Let’s face it. Most people would rather look at colorful pictures that depict information than read through a lot of blah-blah-blah. Many companies provide infographics as part of their content for lead generation, and that tactic has worked well for them.
There needs to be a match, though, so that the preferred customer base will be intrigued by the information presented. Topic, content, and style – all of that matters. Why use an infographic? Here’s why. People are more inclined to remember information when it is delivered in the form of a graphic. Let’s look at the steps to create an infographic.
Sketch It Out First
The design starts with a sketch and a plan. What main points do you want to make? Which type of infographic will work the best with your message? What text do you want to include with the graphic? By planning it first, the rest of creation process will fall into place more quickly.
Remember that most of the message should be captured in the graphic with the text emphasizing various parts of it. Avoid writing too much. Also stray from having too much in the graphic itself. People need to have a good sense of the gist of it with one long glance. Part of your plan should be a one-sentence description of what you plan to illustrate.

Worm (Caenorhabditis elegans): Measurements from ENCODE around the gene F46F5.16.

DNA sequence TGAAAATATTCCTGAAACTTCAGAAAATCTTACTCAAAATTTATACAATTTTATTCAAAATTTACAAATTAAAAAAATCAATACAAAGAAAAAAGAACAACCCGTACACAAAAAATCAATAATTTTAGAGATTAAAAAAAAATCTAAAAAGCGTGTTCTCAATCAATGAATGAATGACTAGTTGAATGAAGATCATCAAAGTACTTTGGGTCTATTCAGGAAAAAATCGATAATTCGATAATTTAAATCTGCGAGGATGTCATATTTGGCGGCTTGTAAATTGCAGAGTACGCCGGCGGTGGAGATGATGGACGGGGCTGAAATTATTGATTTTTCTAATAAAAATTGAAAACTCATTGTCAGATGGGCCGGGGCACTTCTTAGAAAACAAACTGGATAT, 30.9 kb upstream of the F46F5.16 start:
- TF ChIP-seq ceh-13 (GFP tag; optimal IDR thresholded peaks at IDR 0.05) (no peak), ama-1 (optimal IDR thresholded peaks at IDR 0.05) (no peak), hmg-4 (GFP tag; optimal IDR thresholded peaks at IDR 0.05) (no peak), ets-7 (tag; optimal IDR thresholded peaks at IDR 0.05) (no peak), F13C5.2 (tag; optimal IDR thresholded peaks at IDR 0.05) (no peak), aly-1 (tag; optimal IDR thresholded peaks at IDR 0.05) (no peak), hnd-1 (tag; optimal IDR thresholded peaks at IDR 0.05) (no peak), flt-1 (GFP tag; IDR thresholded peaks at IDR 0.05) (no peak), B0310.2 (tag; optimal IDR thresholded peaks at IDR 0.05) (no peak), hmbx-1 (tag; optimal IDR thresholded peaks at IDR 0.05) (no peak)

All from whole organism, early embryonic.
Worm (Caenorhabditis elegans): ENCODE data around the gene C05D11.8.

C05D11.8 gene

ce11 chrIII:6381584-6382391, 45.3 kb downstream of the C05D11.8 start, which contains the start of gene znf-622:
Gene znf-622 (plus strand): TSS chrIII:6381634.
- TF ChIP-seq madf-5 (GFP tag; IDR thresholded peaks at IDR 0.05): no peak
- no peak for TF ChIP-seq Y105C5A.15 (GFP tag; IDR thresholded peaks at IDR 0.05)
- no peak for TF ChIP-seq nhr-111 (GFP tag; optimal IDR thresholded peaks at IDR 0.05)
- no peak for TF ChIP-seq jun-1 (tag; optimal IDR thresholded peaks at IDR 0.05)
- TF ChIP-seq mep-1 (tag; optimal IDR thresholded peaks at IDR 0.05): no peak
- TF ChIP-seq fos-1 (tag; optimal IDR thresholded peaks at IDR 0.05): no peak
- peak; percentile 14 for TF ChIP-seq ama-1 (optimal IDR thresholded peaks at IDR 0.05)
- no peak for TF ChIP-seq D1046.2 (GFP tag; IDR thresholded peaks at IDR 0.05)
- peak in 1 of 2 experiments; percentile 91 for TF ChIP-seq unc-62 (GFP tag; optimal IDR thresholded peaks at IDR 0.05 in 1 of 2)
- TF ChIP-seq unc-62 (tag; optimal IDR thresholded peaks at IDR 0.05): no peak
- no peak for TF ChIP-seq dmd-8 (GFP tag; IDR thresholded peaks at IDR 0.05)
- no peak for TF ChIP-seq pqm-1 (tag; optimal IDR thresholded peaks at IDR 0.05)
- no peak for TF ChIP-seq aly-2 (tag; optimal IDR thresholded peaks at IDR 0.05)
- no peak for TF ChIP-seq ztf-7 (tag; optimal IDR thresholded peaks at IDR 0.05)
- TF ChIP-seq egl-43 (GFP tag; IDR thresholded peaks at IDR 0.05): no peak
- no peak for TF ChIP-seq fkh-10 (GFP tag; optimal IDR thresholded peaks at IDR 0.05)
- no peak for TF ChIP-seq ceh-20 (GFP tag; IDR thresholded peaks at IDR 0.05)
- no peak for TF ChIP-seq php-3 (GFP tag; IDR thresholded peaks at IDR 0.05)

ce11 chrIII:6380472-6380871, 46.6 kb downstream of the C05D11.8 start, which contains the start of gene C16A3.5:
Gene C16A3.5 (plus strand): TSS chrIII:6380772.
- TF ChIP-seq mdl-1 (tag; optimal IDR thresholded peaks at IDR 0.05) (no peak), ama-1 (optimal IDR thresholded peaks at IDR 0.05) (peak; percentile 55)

As for me, my plan was to create a graphic to describe an important decision that I needed to make: What was I going to have for lunch?
Create It Next
Once you have your plan in place, decide which kind of graphics would help you get to the point. Do you want to include a photograph showing a new product? Are you planning to share statistics that showcase how much and how many? Do you need to create a timeline to illustrate the start and finish of a project? Here’s good news! You can find free templates on the Internet that will help you create your graphic in PowerPoint. Easy-peasy.
Once you start the creation of your infographic, have fun with it. Play with the colors in the background. Decide what colors emphasize the text. How large will the text be, and what words will be emphasized – in bold, in color, in italics? Make it easy to read and eye-catching. Remember again to resist the temptation to include too many words. It’s an INFO[rmation] + GRAPHIC – so make the graphic tell most of the story.
As for me, my plan was to create a flowchart to detail how I came to that important decision: what I would have for lunch? I would use green and red to illustrate yes and no and a splash of color to give it eye-appeal.
Then Test It
You’ll want to see how your infographic looks through someone else’s eyes. Email it to see how it looks as an opened attachment. Forward the graphic by text to see how it looks on a smartphone. Post it on your website to see how easy it is to read. Ask others for comments. Ask them questions. How could you tweak it? Make the necessary changes.
As for me, no one in the office was really interested in how I got to my decision about my lunch choices, but they did point to the clock. I better hurry up if I wanted to be included in the lunch order. So, instead, I decided I’d include my infographic at the end of this blog to see what you thought of it.
By the way, as it turned out, I opted for the soup and the pretzel bread – and was that a wise decision!
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